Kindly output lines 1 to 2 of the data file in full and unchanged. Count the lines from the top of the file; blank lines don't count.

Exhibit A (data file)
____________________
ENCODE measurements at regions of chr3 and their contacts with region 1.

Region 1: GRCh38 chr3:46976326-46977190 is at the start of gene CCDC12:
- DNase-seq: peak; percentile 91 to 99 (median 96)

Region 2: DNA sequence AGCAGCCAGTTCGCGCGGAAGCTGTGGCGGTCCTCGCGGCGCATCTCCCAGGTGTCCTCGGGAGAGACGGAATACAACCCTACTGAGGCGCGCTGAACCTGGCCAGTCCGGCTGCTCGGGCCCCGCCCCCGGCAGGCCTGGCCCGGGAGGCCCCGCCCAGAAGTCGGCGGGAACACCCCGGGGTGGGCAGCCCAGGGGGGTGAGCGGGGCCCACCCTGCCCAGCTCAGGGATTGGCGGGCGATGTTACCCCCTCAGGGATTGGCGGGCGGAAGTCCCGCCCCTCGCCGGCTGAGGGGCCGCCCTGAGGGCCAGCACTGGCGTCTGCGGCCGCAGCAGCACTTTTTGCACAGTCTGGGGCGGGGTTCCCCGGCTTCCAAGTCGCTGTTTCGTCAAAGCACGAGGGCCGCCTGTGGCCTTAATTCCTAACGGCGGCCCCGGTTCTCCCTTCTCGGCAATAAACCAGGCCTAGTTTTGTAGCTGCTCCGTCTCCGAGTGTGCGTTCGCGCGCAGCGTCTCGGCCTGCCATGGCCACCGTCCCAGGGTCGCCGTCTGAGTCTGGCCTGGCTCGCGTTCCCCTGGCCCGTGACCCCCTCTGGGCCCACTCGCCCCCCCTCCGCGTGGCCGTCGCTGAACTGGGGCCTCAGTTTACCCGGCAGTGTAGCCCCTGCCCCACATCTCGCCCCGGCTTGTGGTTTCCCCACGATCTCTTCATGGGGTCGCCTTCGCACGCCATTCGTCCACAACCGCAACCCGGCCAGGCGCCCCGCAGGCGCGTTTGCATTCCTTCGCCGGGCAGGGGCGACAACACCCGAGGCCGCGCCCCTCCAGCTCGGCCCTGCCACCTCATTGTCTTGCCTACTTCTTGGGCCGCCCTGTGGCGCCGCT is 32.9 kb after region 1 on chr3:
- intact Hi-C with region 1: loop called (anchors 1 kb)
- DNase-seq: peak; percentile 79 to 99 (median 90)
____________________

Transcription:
ENCODE measurements at regions of chr3 and their contacts with region 1.

Region 1: GRCh38 chr3:46976326-46977190 is at the start of gene CCDC12: